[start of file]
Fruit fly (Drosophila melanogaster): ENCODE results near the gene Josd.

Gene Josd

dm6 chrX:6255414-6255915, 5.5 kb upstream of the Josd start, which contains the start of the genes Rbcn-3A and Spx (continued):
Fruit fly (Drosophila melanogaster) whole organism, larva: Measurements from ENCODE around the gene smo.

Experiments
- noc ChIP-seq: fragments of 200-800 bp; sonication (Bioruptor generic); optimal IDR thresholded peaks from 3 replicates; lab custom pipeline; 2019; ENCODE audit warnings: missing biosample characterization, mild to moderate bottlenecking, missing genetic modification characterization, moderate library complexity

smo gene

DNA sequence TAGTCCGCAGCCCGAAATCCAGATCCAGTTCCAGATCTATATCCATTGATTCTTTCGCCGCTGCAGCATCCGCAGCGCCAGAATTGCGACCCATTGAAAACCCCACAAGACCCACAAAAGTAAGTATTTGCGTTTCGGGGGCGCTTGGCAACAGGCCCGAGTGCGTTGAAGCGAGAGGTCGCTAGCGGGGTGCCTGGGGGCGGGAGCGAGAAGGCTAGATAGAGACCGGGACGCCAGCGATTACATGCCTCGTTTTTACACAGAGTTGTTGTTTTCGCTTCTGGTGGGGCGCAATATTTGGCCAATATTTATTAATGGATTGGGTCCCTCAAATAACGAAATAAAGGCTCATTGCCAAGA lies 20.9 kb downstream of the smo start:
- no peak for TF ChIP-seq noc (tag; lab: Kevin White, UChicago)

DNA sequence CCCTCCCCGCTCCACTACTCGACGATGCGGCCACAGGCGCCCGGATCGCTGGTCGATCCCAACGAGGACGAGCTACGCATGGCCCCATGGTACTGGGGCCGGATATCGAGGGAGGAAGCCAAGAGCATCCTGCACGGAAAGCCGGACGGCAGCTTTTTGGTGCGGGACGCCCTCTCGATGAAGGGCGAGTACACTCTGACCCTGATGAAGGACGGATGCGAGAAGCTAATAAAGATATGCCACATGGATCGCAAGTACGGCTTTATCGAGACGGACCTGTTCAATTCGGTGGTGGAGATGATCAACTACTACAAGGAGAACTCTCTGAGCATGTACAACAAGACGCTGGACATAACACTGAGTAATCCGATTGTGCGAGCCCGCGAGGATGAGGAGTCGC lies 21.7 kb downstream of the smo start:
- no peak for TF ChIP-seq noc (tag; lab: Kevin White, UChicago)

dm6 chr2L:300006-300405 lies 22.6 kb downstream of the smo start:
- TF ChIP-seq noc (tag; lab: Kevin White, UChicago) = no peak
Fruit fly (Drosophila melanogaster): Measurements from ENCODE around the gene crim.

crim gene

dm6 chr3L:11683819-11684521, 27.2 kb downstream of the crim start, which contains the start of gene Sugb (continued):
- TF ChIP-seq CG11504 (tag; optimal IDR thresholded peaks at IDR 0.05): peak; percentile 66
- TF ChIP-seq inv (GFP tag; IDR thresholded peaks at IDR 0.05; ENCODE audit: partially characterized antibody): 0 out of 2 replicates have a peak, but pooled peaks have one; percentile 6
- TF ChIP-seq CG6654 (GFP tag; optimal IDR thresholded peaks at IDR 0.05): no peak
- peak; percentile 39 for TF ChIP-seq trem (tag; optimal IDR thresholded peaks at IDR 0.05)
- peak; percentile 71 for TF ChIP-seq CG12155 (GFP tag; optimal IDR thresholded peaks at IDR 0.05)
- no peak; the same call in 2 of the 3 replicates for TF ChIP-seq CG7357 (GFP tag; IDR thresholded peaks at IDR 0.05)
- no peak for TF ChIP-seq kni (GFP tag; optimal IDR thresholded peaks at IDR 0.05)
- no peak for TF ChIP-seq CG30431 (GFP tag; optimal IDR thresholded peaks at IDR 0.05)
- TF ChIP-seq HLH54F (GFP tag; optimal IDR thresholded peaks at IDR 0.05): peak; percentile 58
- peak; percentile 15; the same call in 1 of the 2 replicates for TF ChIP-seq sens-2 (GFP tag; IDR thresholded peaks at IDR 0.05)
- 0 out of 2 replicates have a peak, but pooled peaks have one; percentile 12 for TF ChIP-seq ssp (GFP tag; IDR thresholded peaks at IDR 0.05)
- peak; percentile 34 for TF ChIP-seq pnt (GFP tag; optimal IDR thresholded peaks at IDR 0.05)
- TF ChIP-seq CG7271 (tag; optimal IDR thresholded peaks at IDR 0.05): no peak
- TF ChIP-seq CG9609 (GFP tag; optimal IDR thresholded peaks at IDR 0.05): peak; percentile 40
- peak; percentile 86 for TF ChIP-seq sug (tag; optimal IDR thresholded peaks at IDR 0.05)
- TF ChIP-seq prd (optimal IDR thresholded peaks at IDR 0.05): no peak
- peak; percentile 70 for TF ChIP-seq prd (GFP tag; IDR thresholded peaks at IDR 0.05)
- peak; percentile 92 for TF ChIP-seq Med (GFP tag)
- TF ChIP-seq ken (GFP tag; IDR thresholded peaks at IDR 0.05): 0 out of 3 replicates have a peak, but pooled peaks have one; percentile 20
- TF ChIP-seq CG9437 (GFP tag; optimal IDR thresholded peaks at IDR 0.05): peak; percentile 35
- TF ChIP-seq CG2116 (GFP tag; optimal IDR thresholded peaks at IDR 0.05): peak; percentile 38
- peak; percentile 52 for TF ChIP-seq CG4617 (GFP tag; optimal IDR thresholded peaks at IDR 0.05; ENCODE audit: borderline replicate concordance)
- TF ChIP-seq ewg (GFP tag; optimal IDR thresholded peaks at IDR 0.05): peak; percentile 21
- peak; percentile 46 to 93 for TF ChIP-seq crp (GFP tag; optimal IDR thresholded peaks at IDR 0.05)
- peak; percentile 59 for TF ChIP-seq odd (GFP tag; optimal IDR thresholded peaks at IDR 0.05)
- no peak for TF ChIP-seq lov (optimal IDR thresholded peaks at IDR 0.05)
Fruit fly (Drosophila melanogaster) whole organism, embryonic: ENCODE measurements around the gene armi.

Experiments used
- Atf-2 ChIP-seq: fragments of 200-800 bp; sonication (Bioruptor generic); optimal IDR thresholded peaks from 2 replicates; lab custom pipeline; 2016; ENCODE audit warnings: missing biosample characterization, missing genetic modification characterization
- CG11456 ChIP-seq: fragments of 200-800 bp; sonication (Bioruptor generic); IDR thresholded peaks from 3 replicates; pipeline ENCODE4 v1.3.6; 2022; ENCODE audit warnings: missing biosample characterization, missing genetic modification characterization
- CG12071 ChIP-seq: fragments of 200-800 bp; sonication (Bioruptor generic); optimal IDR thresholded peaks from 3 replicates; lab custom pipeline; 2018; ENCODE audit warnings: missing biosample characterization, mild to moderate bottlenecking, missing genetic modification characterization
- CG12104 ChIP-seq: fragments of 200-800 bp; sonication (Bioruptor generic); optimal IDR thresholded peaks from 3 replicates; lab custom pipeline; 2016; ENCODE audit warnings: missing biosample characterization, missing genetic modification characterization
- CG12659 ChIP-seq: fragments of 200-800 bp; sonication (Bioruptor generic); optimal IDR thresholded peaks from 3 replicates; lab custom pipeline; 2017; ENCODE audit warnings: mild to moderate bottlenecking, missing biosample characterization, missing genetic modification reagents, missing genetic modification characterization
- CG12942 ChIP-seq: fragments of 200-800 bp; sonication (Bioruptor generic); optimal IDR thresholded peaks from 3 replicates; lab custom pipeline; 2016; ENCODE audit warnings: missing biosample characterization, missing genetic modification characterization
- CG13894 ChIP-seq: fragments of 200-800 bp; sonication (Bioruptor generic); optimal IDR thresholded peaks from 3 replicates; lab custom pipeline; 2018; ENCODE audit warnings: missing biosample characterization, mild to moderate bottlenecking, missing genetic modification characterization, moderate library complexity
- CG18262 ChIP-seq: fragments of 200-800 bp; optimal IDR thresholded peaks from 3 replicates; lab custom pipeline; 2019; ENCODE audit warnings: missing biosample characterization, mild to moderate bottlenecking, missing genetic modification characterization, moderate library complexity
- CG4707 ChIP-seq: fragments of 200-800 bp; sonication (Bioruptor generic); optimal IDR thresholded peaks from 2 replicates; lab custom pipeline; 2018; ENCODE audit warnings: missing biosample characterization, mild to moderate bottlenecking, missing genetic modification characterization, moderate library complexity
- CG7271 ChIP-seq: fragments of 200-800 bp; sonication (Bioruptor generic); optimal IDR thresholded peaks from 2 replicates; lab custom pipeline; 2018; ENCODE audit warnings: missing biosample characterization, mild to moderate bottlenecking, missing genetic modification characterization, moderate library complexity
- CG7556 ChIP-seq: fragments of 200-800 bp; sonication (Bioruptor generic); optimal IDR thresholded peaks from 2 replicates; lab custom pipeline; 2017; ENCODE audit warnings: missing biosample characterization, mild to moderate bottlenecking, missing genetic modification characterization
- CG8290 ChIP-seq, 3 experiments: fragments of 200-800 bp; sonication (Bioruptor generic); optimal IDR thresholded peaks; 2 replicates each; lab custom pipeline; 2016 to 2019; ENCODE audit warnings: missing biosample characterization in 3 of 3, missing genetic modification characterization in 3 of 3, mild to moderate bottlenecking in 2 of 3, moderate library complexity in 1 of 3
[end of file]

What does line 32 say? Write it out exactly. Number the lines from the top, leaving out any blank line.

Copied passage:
- TF ChIP-seq prd (optimal IDR thresholded peaks at IDR 0.05): no peak